|‘Saving the Soil’ book release set for September 22|
|Written by Valley View Staff|
|Monday, 12 September 2011 14:02|
"Saving the Soil" is the latest production of Pacific NW photographer/writer, Jerry Mader. Since April, 2009, Mader has been documenting the activities of nine organic farms in the Snoqualmie Valley. The result is a photography/audio installation and book to be presented at Carnation Tree Farm in the historic Hjertoos Barn loft, September 22, 2011 at 7 pm. The public is invited to meet Jerry Mader and the farmers and share in the celebration.
The installation contains over two dozen 2" X 4" photo collages (300 plus images) presenting a kaleidoscope of each of the nine farms covered in the project: Jubilee Biodynamic Farm, Changing Seasons Farm, Local Roots Farm, Two Sisters Dairy, Game Haven Farm, Growing Things Farm, Oxbow Center, Blue Dog Farm and The Root Connection. The photo collages are arranged in a "virtual" tour of each farm’s placement in the Valley. Mader, a classically trained musician and composer, prepared a 30 minute "sound scape" for the installation which runs continuously during the exhibition.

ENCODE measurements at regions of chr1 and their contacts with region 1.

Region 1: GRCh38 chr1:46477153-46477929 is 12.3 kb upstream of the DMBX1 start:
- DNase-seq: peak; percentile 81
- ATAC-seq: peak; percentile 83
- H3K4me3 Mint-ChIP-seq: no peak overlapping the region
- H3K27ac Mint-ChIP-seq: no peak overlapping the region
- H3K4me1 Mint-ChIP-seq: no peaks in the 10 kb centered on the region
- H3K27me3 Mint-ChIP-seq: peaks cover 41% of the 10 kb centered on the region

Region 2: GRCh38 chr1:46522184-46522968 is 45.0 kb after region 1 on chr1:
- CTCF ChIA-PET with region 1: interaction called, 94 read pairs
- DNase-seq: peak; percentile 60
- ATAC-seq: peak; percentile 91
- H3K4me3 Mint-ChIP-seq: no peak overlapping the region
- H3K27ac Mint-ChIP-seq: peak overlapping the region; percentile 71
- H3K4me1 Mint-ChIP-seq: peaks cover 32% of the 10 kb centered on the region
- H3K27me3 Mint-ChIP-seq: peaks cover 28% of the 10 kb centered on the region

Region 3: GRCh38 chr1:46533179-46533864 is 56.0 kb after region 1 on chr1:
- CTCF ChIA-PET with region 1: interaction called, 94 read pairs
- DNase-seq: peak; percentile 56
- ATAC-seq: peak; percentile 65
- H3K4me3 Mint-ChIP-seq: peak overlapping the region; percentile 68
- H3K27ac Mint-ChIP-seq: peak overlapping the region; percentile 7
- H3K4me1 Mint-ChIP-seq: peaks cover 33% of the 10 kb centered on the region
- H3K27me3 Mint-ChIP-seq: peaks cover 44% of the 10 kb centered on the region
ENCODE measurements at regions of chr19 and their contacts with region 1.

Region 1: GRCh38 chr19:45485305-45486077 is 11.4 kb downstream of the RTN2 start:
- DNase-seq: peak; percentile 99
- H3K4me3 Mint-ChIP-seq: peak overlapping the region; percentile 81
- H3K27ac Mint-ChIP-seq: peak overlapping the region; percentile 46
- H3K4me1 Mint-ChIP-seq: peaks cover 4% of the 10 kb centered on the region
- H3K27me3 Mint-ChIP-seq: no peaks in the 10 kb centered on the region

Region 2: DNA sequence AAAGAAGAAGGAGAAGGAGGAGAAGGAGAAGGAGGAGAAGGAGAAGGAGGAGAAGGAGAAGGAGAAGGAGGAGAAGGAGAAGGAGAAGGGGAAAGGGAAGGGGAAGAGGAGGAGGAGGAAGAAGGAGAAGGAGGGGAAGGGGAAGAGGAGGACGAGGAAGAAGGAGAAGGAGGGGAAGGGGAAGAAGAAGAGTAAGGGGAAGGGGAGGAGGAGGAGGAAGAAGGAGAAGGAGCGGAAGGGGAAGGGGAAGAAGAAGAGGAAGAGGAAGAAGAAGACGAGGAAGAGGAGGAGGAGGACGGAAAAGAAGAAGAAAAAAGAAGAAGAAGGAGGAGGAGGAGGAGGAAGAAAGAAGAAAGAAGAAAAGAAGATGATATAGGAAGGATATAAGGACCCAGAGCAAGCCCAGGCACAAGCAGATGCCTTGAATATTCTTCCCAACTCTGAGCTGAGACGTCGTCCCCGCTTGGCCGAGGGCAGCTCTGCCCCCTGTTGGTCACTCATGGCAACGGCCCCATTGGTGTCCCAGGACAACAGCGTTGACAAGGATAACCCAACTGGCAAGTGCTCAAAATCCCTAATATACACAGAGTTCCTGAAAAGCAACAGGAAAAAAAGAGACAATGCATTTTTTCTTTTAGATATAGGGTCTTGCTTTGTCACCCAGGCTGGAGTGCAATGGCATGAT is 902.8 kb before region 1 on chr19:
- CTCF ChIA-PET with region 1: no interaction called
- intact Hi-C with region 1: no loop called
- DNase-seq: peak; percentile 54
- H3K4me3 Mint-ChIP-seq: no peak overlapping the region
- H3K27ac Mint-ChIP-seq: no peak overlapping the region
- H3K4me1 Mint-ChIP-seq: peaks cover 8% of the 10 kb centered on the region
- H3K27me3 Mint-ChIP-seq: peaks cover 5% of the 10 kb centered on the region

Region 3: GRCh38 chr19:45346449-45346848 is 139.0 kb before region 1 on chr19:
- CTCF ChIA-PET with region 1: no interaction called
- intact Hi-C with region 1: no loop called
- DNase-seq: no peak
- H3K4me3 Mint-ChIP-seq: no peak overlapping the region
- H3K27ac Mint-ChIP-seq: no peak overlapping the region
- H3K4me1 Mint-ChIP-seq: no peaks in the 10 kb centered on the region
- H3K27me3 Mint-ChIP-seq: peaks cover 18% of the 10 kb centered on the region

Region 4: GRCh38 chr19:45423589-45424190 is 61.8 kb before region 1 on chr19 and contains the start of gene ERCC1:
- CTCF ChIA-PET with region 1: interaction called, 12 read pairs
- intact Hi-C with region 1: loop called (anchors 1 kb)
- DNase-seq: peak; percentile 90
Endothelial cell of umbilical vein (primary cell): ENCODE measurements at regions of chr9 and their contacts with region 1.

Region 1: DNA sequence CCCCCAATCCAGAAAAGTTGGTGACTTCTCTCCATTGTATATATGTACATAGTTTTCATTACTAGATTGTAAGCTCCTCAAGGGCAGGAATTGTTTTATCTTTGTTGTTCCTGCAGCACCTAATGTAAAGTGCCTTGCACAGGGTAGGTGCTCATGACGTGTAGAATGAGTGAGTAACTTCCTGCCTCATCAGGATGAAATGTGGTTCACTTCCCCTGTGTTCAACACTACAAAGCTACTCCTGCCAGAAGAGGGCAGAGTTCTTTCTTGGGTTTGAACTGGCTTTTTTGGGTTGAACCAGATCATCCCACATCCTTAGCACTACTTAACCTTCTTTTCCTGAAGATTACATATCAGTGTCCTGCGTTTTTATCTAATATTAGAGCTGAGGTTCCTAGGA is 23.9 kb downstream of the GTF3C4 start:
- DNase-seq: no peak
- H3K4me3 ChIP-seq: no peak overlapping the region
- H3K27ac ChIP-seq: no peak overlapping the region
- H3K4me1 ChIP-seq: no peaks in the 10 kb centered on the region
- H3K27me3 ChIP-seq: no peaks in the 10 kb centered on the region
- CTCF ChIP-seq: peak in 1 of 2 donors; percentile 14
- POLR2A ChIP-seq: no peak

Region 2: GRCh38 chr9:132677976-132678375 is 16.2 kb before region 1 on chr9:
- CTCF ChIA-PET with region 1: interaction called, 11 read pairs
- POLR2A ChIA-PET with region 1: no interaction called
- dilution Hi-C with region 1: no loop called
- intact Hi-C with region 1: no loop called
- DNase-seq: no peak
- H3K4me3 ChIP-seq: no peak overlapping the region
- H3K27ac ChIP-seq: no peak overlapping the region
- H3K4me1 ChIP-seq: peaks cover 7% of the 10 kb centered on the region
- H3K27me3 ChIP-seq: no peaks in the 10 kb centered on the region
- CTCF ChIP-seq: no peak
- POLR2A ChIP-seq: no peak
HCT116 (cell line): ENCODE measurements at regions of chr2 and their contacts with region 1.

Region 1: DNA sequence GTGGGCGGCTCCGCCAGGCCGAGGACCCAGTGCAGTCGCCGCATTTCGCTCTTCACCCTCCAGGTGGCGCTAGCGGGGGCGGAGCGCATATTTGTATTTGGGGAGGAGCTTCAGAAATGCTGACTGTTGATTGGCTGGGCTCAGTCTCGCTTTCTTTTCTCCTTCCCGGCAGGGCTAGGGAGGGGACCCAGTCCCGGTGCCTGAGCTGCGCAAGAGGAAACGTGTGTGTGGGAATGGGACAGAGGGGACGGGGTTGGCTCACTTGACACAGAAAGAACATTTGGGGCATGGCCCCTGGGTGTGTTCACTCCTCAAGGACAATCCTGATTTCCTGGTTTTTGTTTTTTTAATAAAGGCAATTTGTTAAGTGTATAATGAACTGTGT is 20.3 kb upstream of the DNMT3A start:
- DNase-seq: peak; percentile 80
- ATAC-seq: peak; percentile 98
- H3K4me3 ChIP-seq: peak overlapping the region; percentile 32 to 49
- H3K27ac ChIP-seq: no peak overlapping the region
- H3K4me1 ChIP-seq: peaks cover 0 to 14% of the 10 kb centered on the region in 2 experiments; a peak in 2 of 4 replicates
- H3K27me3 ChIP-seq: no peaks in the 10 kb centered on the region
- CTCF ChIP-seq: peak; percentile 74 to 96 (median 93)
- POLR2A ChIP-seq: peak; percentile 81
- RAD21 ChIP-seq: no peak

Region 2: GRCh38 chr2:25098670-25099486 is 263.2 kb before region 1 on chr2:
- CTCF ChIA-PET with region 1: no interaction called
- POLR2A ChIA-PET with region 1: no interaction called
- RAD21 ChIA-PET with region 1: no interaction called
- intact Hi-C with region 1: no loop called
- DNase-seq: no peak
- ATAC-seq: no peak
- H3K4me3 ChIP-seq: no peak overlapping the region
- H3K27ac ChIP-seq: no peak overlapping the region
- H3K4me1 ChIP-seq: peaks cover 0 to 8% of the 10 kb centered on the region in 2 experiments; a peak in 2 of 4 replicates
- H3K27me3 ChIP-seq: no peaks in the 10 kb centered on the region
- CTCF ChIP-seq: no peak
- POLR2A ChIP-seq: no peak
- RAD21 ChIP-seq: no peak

In addition to the photo documentary, Mader interviewed each of the farmers, 16 in all, plus eight of their workers and nine individuals from the wider King County community who are involved in agriculture, food production and distribution. Mader assembled all the interviews plus his commentary and research into a new book "Saving the Soil—the New American Farmer," published by his company, Tolt River Press. The book will be formally released at the exhibition with copies available for sale.
The interviews are in the form of oral histories to be archived in historical society collections throughout King County. "These new farmers are at the threshold of an agricultural renaissance here in the valley and the U.S. generally," Mader said. "Their stories have enormous historical value, especially since they have in large part revived the agricultural tradition which was the foundation of Snoqualmie Valley history."
King County 4Culture Heritage Special Projects provided a grant to assist Mader in the transcription and archival preparation of the photographs and oral histories for the project as well as preparation of materials for the exhibit/installation. The show will be offered to all appropriate venues in Washington state and the Pacific Northwest.